- Melrakkaslétta Peninsula, located within kilometers of the Arctic Circle, is wild and quiet. Melrakkaslétta literally translates to "Arctic Fox Plain." The area has some of the best unspoiled scenery in Iceland. Surrounded by solitary lagoons and inlets, you’ll feel far away from the clamor of the modern world.
- Raufarhöfn, perched on the northeastern tip of Melrakkaslétta Peninsula, is Iceland's northernmost town. In Raufarhöfn, the Arctic is at your fingertips. Just two miles from the Arctic Circle, the tiny village experiences Iceland’s longest summer nights and darkest winter days.
- The Arctic Henge, situated just north of Raufarhöfn, is an impressive stone structure standing 170 ft (52 m) in diameter. The four stone arches represent the four seasons and act as a massive sundial, reminiscent of Stonehenge in England.
- Þórshöfn is a wee fishing village on the remote Langanes Peninsula. With its laid-back atmosphere, Þórshöfn a lovely place to unwind before you continue your road trip. You’ll also find a nice swimming pool.
Day 6 - Borgarfjörður Eystri, East Iceland
Enjoy breakfast before you head towards Borgarfjörður Eystri, a tiny hamlet surrounded by towering mountains. Along the way, visit Stuðlagil Canyon, one of the numerous geological wonders in Iceland. Embark on leisurely strolls and explore the exotic nature of East Iceland.
Spend the night at your hotel in Borgarfjörður Eystri.
- Vopnafjörður Village, situated on a fjord of the same name, is famed for its salmon fishing. Many celebrities, including Prince Charles and George Bush Sr., have fished in Vopnafjörður’s legendary salmon fishing rivers, Hofsá and Selá.
- Stuðlagil Canyon is an incredible basalt rock formation that will make your jaw drop. Considered one of Iceland’s greatest hidden gems, Stuðlagil’s perfectly-shaped hexagonal columns tower over a turquoise glacial river.
- Rjúkandi Waterfall, located close to the Route 1, is one of Iceland’s secret spots. The flowing torrent doesn’t have many visitors, so expect to have it all to yourself. On windy days, Rjúkandi fights gravity and runs upside down.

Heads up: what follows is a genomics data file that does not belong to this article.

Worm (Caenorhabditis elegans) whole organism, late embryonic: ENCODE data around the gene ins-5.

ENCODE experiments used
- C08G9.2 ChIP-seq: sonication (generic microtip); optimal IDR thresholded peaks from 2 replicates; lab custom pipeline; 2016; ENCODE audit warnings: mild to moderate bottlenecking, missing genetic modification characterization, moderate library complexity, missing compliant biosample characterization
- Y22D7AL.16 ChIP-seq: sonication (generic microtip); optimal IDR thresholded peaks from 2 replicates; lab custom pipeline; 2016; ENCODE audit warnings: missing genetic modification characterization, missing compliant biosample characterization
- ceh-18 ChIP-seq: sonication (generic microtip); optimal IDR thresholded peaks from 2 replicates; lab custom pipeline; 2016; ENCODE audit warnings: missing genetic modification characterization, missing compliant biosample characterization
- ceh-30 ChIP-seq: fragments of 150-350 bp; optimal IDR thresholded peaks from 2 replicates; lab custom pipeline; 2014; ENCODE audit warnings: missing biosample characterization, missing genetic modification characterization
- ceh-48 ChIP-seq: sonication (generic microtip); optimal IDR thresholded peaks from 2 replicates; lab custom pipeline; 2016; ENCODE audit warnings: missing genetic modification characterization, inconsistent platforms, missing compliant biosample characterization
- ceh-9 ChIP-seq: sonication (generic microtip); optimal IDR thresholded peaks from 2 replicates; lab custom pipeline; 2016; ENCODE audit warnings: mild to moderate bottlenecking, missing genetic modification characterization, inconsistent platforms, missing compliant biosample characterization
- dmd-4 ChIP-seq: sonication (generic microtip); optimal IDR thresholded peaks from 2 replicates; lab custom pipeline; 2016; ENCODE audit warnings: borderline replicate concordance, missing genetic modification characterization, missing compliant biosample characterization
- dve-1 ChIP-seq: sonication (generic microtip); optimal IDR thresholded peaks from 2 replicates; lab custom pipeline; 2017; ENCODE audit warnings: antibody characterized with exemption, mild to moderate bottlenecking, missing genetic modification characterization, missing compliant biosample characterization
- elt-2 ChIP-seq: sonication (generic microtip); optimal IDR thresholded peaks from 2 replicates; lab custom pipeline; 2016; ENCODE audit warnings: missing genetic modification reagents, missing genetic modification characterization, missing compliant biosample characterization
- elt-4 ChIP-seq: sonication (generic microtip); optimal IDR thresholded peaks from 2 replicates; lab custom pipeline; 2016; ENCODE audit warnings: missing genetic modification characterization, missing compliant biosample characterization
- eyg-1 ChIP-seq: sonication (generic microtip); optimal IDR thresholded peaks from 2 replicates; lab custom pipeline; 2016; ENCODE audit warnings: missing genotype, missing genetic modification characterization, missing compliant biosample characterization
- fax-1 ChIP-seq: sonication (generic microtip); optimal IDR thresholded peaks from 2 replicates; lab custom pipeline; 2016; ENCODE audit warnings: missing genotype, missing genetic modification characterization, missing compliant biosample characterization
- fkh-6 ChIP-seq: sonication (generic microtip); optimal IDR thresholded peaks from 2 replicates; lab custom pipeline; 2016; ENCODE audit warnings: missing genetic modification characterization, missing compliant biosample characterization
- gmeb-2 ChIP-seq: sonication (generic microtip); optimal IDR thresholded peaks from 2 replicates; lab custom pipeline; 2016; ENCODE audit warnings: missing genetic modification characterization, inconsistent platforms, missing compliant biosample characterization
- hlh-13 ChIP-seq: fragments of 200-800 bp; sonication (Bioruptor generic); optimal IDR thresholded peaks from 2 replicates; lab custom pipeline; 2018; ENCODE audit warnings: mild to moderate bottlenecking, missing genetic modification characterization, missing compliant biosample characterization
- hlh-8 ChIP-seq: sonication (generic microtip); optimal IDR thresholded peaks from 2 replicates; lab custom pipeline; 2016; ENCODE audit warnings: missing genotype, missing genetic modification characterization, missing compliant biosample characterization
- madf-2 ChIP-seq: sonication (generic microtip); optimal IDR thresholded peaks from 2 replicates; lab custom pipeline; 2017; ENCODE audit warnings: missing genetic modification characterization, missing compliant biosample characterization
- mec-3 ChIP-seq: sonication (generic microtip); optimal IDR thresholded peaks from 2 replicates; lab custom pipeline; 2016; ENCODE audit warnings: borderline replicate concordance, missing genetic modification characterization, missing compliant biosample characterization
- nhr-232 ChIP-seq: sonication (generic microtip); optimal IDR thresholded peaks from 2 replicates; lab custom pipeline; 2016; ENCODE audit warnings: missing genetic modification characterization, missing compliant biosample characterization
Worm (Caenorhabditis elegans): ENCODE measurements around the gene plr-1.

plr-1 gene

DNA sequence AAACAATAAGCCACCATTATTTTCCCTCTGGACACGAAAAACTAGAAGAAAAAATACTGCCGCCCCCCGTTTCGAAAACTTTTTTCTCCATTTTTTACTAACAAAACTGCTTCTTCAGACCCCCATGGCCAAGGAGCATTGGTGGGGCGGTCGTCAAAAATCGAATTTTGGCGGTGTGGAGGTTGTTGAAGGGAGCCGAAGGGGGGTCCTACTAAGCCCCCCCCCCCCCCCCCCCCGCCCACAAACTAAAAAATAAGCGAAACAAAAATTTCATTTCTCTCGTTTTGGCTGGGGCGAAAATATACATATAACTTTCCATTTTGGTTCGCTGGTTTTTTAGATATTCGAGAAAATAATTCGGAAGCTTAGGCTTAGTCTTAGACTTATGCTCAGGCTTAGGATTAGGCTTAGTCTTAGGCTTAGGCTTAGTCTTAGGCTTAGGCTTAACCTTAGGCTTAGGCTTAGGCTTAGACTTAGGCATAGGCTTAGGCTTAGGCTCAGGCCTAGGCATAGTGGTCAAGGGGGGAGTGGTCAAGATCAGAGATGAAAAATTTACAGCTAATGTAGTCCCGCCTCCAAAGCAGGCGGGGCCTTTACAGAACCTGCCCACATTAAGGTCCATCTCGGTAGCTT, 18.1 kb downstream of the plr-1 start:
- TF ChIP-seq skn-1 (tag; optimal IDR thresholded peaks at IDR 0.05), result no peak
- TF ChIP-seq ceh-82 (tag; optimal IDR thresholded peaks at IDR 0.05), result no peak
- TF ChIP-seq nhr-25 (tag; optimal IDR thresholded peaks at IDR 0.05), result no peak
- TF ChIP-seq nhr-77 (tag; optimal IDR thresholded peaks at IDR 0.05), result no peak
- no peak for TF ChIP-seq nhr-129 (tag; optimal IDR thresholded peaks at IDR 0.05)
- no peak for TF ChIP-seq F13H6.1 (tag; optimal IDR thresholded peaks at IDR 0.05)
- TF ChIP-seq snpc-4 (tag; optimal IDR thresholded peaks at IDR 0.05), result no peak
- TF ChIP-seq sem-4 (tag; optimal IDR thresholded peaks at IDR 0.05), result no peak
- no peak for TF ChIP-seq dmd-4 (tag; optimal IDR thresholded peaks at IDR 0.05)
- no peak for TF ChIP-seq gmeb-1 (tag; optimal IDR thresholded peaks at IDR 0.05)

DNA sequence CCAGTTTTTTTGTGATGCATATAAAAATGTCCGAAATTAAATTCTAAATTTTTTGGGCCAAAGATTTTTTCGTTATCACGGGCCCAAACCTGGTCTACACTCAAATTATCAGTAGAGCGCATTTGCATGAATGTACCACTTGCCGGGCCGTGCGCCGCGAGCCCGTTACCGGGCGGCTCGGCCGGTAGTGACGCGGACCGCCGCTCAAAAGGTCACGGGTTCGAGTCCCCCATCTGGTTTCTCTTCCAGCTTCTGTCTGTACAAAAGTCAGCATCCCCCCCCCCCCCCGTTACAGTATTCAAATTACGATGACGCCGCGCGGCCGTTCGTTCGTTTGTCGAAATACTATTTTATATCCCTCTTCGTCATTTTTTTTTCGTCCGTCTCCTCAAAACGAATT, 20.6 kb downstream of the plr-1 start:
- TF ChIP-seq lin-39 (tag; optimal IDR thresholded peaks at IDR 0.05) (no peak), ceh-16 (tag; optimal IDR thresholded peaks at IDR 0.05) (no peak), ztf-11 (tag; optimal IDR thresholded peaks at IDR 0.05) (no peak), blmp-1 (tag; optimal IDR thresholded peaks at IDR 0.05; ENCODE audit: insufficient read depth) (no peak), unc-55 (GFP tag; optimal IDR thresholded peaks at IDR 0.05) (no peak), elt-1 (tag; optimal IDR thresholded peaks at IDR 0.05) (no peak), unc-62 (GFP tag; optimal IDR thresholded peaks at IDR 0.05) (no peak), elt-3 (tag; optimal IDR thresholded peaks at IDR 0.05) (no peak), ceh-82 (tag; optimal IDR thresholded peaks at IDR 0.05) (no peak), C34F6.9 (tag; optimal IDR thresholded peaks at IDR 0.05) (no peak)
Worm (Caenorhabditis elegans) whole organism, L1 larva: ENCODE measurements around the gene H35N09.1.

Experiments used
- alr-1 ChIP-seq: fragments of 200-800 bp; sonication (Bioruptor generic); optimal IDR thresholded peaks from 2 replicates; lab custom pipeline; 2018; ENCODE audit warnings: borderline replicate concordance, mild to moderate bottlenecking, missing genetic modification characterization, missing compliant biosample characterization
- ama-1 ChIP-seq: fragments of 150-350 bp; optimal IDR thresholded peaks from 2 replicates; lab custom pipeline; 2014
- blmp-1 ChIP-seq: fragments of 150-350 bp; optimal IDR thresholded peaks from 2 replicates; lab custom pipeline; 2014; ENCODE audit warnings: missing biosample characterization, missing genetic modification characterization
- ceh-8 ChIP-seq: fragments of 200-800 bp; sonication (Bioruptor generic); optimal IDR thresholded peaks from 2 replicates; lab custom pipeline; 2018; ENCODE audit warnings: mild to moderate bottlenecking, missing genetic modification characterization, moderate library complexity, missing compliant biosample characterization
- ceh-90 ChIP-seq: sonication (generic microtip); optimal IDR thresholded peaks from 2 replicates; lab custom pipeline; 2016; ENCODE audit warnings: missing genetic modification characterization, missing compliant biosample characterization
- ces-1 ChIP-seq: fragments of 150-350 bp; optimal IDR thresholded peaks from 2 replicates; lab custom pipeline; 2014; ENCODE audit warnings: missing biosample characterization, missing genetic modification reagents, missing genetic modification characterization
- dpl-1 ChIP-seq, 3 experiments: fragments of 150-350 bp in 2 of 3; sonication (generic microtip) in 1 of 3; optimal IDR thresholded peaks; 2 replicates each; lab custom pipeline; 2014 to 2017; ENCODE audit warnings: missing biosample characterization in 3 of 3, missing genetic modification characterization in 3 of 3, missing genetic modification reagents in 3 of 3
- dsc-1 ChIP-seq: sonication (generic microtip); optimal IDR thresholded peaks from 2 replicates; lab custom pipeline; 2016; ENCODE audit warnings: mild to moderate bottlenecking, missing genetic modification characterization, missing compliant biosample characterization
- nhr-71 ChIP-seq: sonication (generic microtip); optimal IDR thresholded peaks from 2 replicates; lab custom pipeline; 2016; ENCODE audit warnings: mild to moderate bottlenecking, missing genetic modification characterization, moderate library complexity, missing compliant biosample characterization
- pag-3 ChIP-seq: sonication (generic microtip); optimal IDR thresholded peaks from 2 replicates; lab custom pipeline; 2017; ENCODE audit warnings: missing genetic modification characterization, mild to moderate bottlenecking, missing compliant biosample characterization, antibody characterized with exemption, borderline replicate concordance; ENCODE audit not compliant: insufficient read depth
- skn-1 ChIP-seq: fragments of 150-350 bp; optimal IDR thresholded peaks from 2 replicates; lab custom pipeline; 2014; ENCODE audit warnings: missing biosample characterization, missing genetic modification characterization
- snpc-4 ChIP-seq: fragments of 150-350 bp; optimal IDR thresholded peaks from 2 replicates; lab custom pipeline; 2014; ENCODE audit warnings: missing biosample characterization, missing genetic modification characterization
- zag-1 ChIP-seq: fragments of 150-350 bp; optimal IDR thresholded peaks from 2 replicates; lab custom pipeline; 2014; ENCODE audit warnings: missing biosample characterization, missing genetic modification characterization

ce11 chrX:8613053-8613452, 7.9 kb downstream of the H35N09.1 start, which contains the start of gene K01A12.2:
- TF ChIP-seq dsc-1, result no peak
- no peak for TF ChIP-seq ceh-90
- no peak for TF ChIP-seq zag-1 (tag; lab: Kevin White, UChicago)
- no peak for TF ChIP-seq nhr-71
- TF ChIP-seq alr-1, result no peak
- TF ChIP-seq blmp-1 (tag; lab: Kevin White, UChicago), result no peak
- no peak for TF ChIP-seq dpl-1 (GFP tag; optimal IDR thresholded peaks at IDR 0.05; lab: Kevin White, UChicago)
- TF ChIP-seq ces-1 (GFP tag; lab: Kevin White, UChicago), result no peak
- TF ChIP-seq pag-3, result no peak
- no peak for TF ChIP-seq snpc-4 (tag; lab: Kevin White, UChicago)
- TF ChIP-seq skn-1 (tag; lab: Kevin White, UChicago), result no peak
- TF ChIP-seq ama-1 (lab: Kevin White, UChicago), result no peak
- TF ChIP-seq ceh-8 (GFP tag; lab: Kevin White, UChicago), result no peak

- Borgarfjörður Eystri Village is a gorgeous Icelandic village of just 100 people. Surrounded by colourful rhyolite mountains, Borgarfjörður is known for its splendid natural scenery. Choose from many well-marked hiking trails and explore the area at your own pace. In summer, you’ll find the large puffin colony.
- Dyrfjöll Mountains are one of Iceland’s most challenging and dramatic ranges. Rising 3,727 ft (1,136 m) above sea level, the dazzling peaks send shivers down your spine. The name Dyrfjöll means “Door Mountains” due to the large gap in the highest peak. Hiking to Dyrfjöll is difficult and should not be attempted by inexperienced hikers.
- Hafnarhólmi Cape, located in Borgarfjörður Eystri, is one of the best places in Iceland to watch puffins and other seabirds. Walk across the wooden boardwalk to the viewing platform. Once there, enjoy close-up views of vivid birdlife. Don’t forget your binoculars!
Day 7 - East Fjords
After breakfast, hop in your car and hit the road towards South Iceland. Journey through the wonderful East Fjords, the oldest region in Iceland. Along the way, discover life in quaint rural towns.
In the evening, arrive at your hotel in Höfn/Skaftafell.
- Lagarfljót, also known as Lögurinn, is Iceland’s third-largest lake. The long, narrow stretch of water is said to be the home of a serpent monster called Wyrm, Iceland’s version of the Loch Ness Monster. If you’re feeling brave, circle around the lake in your car (the entire loop takes a few hours). Graced with forest on the eastern shore, Lagarfljót reveals soothing views.